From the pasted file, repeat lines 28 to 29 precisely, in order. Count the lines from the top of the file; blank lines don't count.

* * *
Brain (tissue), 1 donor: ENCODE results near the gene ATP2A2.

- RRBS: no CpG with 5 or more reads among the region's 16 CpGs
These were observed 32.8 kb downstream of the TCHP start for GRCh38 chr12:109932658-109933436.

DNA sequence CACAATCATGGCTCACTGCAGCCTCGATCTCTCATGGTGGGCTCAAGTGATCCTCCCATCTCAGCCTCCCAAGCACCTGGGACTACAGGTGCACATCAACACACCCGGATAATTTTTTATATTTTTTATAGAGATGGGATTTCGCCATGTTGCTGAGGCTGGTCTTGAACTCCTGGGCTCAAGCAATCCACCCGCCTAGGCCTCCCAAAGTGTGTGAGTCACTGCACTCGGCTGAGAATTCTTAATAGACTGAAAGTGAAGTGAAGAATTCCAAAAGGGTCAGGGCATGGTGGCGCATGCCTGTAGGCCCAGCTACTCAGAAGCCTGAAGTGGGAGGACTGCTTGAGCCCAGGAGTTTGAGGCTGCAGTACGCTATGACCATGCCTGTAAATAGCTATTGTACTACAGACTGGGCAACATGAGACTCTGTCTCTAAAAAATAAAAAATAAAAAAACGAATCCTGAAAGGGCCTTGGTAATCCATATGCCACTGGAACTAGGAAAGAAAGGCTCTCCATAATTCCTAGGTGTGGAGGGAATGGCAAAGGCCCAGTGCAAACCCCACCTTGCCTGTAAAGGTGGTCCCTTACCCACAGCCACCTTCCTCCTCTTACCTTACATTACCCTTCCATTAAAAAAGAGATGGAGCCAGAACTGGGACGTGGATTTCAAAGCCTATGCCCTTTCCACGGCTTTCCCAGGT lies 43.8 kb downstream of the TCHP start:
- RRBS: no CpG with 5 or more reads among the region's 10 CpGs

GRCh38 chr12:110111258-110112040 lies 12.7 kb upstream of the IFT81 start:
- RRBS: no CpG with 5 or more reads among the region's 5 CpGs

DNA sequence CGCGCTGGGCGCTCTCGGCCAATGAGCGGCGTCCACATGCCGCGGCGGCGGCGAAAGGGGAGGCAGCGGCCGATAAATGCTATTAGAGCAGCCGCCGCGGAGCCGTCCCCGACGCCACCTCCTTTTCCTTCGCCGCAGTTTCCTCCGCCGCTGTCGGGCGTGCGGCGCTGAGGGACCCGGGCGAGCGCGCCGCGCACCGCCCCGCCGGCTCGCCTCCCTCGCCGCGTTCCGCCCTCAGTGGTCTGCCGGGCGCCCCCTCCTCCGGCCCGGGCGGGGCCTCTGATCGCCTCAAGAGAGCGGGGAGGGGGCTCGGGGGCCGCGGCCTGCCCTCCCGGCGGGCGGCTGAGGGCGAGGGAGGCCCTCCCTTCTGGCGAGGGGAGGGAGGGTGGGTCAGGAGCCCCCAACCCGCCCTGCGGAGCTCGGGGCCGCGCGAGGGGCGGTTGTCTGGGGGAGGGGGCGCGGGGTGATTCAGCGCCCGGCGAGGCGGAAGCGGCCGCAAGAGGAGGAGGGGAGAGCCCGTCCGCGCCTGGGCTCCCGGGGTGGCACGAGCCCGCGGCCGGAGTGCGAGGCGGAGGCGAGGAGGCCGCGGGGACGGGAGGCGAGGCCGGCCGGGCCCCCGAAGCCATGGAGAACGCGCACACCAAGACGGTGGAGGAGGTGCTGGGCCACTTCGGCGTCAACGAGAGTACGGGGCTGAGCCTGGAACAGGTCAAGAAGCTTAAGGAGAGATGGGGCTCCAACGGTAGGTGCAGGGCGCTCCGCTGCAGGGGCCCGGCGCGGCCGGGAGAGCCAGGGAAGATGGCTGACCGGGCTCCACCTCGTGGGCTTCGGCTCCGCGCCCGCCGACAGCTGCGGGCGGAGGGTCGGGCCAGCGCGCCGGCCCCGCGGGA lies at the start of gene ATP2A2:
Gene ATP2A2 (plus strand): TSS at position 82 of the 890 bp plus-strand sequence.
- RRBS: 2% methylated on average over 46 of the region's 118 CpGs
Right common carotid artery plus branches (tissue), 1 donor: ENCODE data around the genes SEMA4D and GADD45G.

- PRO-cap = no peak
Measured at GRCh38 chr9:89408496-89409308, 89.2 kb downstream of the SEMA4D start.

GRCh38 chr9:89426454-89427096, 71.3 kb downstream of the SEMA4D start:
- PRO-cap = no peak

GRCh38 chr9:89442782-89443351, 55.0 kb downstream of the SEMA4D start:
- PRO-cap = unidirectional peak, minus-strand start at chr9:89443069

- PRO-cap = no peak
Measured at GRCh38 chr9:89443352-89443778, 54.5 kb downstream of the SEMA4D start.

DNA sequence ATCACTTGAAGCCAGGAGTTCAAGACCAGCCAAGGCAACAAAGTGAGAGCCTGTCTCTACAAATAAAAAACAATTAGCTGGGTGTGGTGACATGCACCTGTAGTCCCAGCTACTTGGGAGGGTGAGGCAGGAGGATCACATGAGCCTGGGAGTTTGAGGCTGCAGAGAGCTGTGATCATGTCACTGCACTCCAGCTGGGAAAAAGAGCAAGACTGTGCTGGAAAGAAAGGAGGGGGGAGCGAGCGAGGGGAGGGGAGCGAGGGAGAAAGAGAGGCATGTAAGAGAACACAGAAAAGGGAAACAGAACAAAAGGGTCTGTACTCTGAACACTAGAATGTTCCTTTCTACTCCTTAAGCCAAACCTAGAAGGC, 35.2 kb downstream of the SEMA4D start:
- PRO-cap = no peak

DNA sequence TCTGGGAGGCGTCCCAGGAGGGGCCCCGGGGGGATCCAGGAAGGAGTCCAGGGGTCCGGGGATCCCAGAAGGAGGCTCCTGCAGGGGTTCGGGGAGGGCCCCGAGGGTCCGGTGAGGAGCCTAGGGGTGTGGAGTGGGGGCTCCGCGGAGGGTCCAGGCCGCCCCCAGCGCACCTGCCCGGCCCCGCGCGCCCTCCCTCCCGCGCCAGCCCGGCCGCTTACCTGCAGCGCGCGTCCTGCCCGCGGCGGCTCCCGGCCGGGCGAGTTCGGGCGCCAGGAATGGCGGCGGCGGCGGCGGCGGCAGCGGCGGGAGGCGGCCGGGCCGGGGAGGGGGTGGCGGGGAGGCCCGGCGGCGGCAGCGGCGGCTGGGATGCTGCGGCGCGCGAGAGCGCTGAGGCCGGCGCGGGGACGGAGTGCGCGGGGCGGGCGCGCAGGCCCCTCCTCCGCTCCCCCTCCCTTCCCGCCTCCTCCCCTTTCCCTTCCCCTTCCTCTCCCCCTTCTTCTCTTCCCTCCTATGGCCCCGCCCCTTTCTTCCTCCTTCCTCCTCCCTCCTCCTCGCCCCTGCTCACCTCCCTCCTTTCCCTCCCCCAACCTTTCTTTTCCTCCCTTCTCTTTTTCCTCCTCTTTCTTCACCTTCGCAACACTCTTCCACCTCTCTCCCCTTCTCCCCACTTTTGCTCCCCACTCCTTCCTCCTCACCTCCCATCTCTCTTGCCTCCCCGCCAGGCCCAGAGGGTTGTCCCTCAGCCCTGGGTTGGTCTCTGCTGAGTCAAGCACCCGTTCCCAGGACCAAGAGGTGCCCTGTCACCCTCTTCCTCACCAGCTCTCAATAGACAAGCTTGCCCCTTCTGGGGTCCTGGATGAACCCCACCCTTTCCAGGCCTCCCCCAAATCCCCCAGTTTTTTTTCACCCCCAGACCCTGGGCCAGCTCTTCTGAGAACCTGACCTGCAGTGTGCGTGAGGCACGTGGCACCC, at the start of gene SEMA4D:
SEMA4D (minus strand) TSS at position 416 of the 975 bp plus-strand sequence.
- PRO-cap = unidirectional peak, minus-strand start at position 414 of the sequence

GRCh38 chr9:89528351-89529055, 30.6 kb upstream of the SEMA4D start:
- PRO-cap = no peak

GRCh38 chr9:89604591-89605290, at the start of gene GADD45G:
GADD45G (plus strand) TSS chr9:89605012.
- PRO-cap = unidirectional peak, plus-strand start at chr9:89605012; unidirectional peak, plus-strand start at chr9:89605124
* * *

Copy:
GADD45G (plus strand) TSS chr9:89605012.
- PRO-cap = unidirectional peak, plus-strand start at chr9:89605012; unidirectional peak, plus-strand start at chr9:89605124